Omicron variant outbreaks have hit Broadway, so understudies have saved the day Breakthrough infections from the omicron variant have been spreading like wildfire among casts and crews, so understudies and swing performers have been helping keep shows afloat.

With COVID outbreaks, Broadway's understudies take center stage

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RACHEL MARTIN, HOST:

After being silenced by COVID for a year and a half, Broadway roared back this fall, only to be tripped up by the omicron variant. At one point, half the shows were canceled. And the ones that ran often turned to the understudies, the actors whose job it is to make sure the show goes on.

Jeff Lunden has the story.

JEFF LUNDEN, BYLINE: At a recent performance of "The Music Man," star Hugh Jackman stopped the applause at the final curtain call to praise the understudies in his show, particularly actress Kathy Voytko, who stepped in for co-star Sutton Foster at the last minute.

(SOUNDBITE OF ARCHIVED RECORDING)

HUGH JACKMAN: It humbles me - the courage, the brilliance, the dedication, the talent, the swings, the understudies. They are the bedrock of Broadway. And I want...

UNIDENTIFIED PERSON: Yes.

(CHEERING)

LUNDEN: Kathy Voytko is a swing on "The Music Man," which means she covers eight roles, including Marian the librarian, the female lead. When she got the call to go on, she only had about four hours on stage to rehearse her part.

KATHY VOYTKO: Hugh said to me right when I got to rehearsal, forget about perfection; let's just go have fun and tell the story. And that actually took the pressure off, too. And that's what we did. And we actually had a ball. Except for the blood pounding in my ears and the flop sweat, I actually had a good time (laughter).

(SOUNDBITE OF MEREDITH WILLSON SONG, "SHIPOOPI")

LUNDEN: Omicron has created an all-hands-on-deck situation on Broadway. While casts and backstage personnel are all vaccinated, wear masks when not on stage and get tested daily, breakthrough infections have been spreading like wildfire. So it's the subs who are keeping shows afloat, says Josh Breckenridge. He's dance captain and a standby on "Come From Away."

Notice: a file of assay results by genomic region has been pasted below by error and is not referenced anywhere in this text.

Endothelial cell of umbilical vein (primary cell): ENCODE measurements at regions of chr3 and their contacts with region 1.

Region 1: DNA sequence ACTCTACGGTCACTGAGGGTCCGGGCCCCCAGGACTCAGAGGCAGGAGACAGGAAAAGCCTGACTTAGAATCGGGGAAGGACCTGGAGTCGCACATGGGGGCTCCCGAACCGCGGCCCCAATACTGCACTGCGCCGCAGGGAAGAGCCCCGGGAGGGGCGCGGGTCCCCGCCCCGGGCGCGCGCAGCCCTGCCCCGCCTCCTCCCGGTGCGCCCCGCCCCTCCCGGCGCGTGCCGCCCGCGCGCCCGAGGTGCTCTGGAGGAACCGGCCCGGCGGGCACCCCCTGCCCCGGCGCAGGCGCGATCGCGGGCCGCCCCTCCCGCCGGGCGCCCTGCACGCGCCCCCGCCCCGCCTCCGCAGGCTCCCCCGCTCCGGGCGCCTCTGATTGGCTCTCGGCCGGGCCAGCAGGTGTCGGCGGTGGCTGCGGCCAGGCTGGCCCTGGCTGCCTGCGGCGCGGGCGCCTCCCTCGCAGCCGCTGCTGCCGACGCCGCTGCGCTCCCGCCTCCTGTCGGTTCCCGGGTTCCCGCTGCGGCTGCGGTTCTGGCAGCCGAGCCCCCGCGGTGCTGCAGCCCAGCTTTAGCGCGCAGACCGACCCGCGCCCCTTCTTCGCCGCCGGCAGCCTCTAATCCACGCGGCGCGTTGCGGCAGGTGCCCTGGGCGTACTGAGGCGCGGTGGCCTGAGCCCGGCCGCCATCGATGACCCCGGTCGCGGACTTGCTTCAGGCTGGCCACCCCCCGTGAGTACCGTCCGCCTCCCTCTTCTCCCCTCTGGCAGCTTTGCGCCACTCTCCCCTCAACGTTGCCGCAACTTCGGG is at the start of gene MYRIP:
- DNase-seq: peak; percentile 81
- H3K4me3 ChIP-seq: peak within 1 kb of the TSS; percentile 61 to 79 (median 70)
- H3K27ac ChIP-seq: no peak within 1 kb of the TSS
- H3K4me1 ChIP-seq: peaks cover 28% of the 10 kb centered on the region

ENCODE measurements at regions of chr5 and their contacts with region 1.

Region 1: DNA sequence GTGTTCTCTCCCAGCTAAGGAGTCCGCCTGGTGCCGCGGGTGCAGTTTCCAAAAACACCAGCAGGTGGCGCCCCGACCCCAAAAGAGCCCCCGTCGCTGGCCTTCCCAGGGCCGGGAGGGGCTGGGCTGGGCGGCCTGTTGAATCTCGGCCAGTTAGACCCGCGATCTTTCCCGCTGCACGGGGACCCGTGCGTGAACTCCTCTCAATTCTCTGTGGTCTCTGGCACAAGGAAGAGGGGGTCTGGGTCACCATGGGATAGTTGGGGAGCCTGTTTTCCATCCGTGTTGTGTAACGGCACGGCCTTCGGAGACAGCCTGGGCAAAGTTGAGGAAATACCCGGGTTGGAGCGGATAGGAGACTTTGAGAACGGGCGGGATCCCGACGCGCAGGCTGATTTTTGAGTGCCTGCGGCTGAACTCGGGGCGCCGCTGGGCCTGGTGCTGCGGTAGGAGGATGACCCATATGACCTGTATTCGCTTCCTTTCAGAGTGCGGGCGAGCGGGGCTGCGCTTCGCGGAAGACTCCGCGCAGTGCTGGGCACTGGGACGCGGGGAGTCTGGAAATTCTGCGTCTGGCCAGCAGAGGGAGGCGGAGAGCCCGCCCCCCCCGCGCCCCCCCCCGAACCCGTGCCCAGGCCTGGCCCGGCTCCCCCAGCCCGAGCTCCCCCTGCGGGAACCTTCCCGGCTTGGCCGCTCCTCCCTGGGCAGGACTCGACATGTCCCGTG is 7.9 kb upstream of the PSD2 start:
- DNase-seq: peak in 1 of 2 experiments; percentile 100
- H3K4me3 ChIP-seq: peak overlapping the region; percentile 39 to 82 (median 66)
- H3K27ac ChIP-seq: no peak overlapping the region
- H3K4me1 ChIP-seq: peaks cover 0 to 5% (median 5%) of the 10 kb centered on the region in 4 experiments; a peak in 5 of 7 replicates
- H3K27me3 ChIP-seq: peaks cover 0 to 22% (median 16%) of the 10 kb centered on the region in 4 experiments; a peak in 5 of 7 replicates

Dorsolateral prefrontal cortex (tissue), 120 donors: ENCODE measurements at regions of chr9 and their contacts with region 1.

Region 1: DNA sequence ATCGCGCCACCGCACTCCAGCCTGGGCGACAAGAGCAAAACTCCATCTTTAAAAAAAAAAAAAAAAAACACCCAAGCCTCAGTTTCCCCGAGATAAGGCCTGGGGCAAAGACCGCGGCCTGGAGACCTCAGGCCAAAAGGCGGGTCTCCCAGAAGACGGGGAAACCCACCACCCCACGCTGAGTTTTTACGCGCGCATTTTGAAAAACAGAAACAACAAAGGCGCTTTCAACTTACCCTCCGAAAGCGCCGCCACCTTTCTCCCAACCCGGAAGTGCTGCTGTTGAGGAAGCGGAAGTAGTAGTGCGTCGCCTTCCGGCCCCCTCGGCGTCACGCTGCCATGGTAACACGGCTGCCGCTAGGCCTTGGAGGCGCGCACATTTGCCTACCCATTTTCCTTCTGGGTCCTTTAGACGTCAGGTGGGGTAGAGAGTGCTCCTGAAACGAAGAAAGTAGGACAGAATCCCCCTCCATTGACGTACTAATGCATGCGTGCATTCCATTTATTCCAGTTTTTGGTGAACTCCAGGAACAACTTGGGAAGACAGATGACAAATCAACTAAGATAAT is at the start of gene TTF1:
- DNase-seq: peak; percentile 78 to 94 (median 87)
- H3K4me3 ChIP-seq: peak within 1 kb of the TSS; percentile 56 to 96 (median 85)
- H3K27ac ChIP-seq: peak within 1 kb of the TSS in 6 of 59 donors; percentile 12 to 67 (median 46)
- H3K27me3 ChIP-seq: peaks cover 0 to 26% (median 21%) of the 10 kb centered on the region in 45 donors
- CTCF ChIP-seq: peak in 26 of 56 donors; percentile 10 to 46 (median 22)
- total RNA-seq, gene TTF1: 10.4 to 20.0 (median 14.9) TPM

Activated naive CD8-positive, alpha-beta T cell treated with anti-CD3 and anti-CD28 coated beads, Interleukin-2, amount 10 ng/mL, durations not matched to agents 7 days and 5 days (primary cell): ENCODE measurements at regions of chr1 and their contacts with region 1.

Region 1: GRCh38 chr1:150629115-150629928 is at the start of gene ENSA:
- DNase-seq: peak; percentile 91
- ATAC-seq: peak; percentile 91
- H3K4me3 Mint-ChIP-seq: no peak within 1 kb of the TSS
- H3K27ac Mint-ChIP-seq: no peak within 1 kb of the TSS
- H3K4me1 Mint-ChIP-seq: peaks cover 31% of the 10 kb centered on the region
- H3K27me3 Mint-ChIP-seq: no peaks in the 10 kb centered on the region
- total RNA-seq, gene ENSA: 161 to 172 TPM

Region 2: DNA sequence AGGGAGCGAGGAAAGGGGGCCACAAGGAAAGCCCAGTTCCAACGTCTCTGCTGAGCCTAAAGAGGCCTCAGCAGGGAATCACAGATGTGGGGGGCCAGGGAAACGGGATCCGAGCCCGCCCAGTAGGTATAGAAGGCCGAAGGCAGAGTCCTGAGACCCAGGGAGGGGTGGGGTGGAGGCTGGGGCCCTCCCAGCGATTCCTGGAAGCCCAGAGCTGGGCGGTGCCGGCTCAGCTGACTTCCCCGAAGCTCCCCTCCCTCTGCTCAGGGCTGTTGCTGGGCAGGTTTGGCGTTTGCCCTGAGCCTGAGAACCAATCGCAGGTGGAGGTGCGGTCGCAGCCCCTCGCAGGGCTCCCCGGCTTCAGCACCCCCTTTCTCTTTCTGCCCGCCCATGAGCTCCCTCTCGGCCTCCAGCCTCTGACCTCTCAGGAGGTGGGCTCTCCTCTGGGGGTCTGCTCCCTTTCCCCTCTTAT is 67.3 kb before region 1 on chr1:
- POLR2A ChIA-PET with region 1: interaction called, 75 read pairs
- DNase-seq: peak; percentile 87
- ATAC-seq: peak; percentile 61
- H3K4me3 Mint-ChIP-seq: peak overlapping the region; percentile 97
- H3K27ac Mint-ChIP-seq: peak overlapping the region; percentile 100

JOSH BRECKENRIDGE: So swing is someone who's typically offstage who covers ensemble roles, right? An understudy is someone who is onstage in their own track who also covers a role. And then a standby, which is what our show is comprised of, is a principal cover - someone who is offstage, like a swing, who covers all the principal roles.

(SOUNDBITE OF SONG, "WELCOME TO THE ROCK")

JOEL HATCH: (As Claude, singing) Welcome to the rock if you come from away.

UNIDENTIFIED PEOPLE: (As Company, singing) Hep.

HATCH: (As Claude, singing) You probably understand about a half of what we say.

LUNDEN: The situation got so bad at "Come From Away" that the show had to cancel a week's performances before Christmas. And when it returned the day after, eight out of the 12 actors in the show were substitutes.

MARIKA AUBREY: It was a collection of people that have never, ever worked together, and so we were all incredibly focused.

LUNDEN: Australian actress Marika Aubrey was brought in from the tour to play the character of a pilot and other roles, while two former actresses from the show returned and all three female standbys went on. Aubrey says the show is carefully choreographed from moment to moment.

AUBREY: If you drop one ball, if you put one chair on a wrong mark, if you forget someone's costume, it does have a ripple effect on all these other people for another four or five scenes.

LUNDEN: The night was a success, says producer Randy Adams.

RANDY ADAMS: It was everybody pulling together to make it happen. And I have to tell you, it was one of the most joyous things.

LUNDEN: And the story continues. While some shows have closed because of COVID and some, including "The Music Man" and "Come From Away," are on hiatus, most shows are up and running again because of those subs, says Randy Adams.

ADAMS: Understudies, swings, standbys - they are the unsung heroes of every season. I think they are being moved front and center at the moment. And we can never thank them enough for all that they do in order to make Broadway run on a regular basis. But right now they are truly the folks who are keeping the lights on in these theaters.

LUNDEN: For NPR News, I'm Jeff Lunden in New York.

(SOUNDBITE OF SONG, "WELCOME TO THE ROCK")

UNIDENTIFIED PEOPLE: (As Company, singing) Welcome to the rock.

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